Description of the Unit – Students will create their own fashion line, featuring at least three different looks that share a unifying theme, be it color, pattern, line or particular article of clothing or accessory.
Activity statement – Fashion gives one the opportunity to express oneself via clothing. For some fashion can represent one’s uniqueness, and many people enjoy cultivating a look or style that is all their own. Fashion can be inaccessible to the masses, as in high fashion, or accessible, as in everyday wear.
The environmental and social costs of fashion – While exploring the world of fashion in this unit, I also like to invite students to think more deeply about the role of fashion in the world, both the good, such as the artistic expression it can engender, and the bad, such as the human cost of manufacturing some fashion lines, or its often steep environmental cost (see questions below).
In addition to thinking about fashion’s role in our world, students explore artistic concepts inherent in fashion, such as use of color, line, pattern and shape. We look at a variety of fashion lines represented at fashion shows, as well as peruse some of Scott Schuman’s brilliant fashion photography from his blog the Sartorialist, discussing the ways in which the sky is the limit when it comes to personal fashion (well, and one’s pocketbook, alas—unless one is original and creative with thrift store finds, as many people I know are).
Goals – Students should…
- How clothes can be used to communicate in artistic and personal ways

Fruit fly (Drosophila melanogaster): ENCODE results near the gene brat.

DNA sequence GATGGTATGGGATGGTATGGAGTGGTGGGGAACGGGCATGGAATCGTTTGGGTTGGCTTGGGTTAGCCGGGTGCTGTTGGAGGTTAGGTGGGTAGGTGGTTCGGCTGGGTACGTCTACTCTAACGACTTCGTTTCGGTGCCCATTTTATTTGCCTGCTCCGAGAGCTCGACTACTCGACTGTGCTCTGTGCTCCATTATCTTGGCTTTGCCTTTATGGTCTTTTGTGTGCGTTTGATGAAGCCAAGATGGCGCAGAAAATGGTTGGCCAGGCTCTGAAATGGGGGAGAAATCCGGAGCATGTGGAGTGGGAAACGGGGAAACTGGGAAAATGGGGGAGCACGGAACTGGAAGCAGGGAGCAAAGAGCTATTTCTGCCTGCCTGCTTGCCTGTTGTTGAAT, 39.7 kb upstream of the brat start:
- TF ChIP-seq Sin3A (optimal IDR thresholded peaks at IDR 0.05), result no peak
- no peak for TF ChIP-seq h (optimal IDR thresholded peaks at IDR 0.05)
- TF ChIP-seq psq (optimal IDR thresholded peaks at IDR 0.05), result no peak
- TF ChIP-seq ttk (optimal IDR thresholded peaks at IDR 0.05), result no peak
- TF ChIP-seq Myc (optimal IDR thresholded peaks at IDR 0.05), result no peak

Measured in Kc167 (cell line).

- Ways in which a series of different looks can be unified into one theme
- How to create characteristic looks or styles
Be able to:
- Identify use of color, patter, print, line, etc. in fashion
- Identify some of the positive and negative effects of the modern fashion industry on today’s world
Objectives – Students will develop their own fashion line with a minimum of three looks. Each student’s line must have at least one unifying characteristic, such as a color palette, a pattern or print, a theme, or a unique article of clothing or an accessory that appears on each look. Students may add the extra challenge of drawing the figures themselves rather than using fashion templates, but I don’t push it, as I really want them to have fun with the concepts and designs, and not get too hung up on drawing the perfect body. I encourage them to come up with a name for their fashion line.
Some variations can include having the students create fashion using handmade or fancy paper and collage it onto a body.
Resources and materials –
- Exemplars of high fashion and daily fashion, men and women’s
- White drawing paper, about 8.5 x 11
- Black Sharpie (or drawing) pens in various sizes
- Colored pencils
- Multicolored markers
- Watercolors (optional)
- Figure templates (optional)
- What is fashion?
- In your opinion, what makes certain clothes attractive and others unattractive?
- What do you think is the difference between high fashion and everyday wear?
- What themes unify this look (while observing examples of fashion lines)?
- What is your style? What colors are you attracted to? What articles of clothing do you enjoy wearing?
- What are some of the environmental impacts of fashion? (Explored in group conversation discussing wastewater, CO2 emissions, high use of water, greenhouse gas production, to name a few.)
- What are some of the societal costs of fashion? (Explored in group conversation discussing child labor, workers earning very little pay with no rights, hazardous working conditions and use of toxic substances are a few examples.)
- If you owned a fashion line, what could you do to ensure responsible and sustainable production of your clothing?
Evaluation – Did students:
- Create a fashion line with a unifying theme?
- Make each look distinct?
- Express the use of at least one of the following: line, color, pattern, print?
- Group discussions
- Oral and written responses to essential questions
- Peer collaboration
2 thoughts on “7th Grade – Fashion Design”
OMG.I lovvvve this!!!!!I wish I could do it. . .
Hey, why not…? 😉